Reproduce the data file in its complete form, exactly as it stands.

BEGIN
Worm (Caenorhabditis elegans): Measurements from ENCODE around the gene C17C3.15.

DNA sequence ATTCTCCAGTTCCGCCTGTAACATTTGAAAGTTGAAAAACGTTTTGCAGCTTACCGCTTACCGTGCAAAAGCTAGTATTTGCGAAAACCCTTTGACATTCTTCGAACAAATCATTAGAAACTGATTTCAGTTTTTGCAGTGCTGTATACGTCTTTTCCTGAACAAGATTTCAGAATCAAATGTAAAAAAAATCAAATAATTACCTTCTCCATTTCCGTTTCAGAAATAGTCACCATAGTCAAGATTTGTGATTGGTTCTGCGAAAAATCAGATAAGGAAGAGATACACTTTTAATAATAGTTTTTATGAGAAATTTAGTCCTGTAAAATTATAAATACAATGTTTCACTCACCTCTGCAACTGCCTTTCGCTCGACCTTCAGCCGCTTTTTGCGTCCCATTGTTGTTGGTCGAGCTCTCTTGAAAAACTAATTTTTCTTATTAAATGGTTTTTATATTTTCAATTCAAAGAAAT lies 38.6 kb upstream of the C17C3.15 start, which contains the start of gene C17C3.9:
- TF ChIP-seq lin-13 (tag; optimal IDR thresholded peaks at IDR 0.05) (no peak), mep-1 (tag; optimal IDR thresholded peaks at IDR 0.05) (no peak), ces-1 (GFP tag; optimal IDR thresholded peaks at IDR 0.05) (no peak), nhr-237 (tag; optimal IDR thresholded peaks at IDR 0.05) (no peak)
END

Worm (Caenorhabditis elegans): Measurements from ENCODE around the gene C17C3.15.

DNA sequence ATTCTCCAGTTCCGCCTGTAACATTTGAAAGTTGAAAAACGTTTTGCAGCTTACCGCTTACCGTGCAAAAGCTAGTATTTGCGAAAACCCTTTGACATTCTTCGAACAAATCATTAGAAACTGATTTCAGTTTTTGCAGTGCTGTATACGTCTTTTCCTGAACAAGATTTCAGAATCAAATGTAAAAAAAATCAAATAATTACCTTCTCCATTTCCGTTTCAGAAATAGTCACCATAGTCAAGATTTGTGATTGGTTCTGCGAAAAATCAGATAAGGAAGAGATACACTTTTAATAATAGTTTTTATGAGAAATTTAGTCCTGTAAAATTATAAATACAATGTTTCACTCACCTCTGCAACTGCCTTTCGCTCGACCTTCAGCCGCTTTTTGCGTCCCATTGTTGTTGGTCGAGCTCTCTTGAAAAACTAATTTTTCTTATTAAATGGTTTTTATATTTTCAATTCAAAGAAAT lies 38.6 kb upstream of the C17C3.15 start, which contains the start of gene C17C3.9:
- TF ChIP-seq lin-13 (tag; optimal IDR thresholded peaks at IDR 0.05) (no peak), mep-1 (tag; optimal IDR thresholded peaks at IDR 0.05) (no peak), ces-1 (GFP tag; optimal IDR thresholded peaks at IDR 0.05) (no peak), nhr-237 (tag; optimal IDR thresholded peaks at IDR 0.05) (no peak)